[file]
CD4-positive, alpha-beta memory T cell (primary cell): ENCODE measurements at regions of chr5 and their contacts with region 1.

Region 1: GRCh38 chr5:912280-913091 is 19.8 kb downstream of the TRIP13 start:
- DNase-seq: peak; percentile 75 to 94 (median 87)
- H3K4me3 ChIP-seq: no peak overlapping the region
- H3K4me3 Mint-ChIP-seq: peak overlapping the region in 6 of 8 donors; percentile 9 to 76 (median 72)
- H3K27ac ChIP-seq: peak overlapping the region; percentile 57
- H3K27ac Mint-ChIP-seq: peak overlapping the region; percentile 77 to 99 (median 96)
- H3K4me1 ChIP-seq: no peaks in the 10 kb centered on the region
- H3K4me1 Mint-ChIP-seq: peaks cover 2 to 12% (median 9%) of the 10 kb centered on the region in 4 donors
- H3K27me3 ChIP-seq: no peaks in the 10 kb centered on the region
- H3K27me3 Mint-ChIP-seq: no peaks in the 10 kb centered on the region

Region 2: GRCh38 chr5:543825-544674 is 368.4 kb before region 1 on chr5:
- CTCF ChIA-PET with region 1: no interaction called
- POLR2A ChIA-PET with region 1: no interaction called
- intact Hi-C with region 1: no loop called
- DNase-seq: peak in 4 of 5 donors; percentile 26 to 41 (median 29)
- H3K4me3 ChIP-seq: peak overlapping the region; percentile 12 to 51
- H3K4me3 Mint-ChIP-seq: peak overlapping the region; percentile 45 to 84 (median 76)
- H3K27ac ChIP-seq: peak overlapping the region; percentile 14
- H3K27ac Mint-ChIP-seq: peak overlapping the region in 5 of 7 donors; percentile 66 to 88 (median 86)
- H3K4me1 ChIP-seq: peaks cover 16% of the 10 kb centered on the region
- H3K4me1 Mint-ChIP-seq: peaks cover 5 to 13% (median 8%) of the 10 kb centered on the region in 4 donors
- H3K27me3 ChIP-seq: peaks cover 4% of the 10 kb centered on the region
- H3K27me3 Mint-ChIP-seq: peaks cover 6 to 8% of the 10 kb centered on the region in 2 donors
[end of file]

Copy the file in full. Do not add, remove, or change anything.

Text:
CD4-positive, alpha-beta memory T cell (primary cell): ENCODE measurements at regions of chr5 and their contacts with region 1.

Region 1: GRCh38 chr5:912280-913091 is 19.8 kb downstream of the TRIP13 start:
- DNase-seq: peak; percentile 75 to 94 (median 87)
- H3K4me3 ChIP-seq: no peak overlapping the region
- H3K4me3 Mint-ChIP-seq: peak overlapping the region in 6 of 8 donors; percentile 9 to 76 (median 72)
- H3K27ac ChIP-seq: peak overlapping the region; percentile 57
- H3K27ac Mint-ChIP-seq: peak overlapping the region; percentile 77 to 99 (median 96)
- H3K4me1 ChIP-seq: no peaks in the 10 kb centered on the region
- H3K4me1 Mint-ChIP-seq: peaks cover 2 to 12% (median 9%) of the 10 kb centered on the region in 4 donors
- H3K27me3 ChIP-seq: no peaks in the 10 kb centered on the region
- H3K27me3 Mint-ChIP-seq: no peaks in the 10 kb centered on the region

Region 2: GRCh38 chr5:543825-544674 is 368.4 kb before region 1 on chr5:
- CTCF ChIA-PET with region 1: no interaction called
- POLR2A ChIA-PET with region 1: no interaction called
- intact Hi-C with region 1: no loop called
- DNase-seq: peak in 4 of 5 donors; percentile 26 to 41 (median 29)
- H3K4me3 ChIP-seq: peak overlapping the region; percentile 12 to 51
- H3K4me3 Mint-ChIP-seq: peak overlapping the region; percentile 45 to 84 (median 76)
- H3K27ac ChIP-seq: peak overlapping the region; percentile 14
- H3K27ac Mint-ChIP-seq: peak overlapping the region in 5 of 7 donors; percentile 66 to 88 (median 86)
- H3K4me1 ChIP-seq: peaks cover 16% of the 10 kb centered on the region
- H3K4me1 Mint-ChIP-seq: peaks cover 5 to 13% (median 8%) of the 10 kb centered on the region in 4 donors
- H3K27me3 ChIP-seq: peaks cover 4% of the 10 kb centered on the region
- H3K27me3 Mint-ChIP-seq: peaks cover 6 to 8% of the 10 kb centered on the region in 2 donors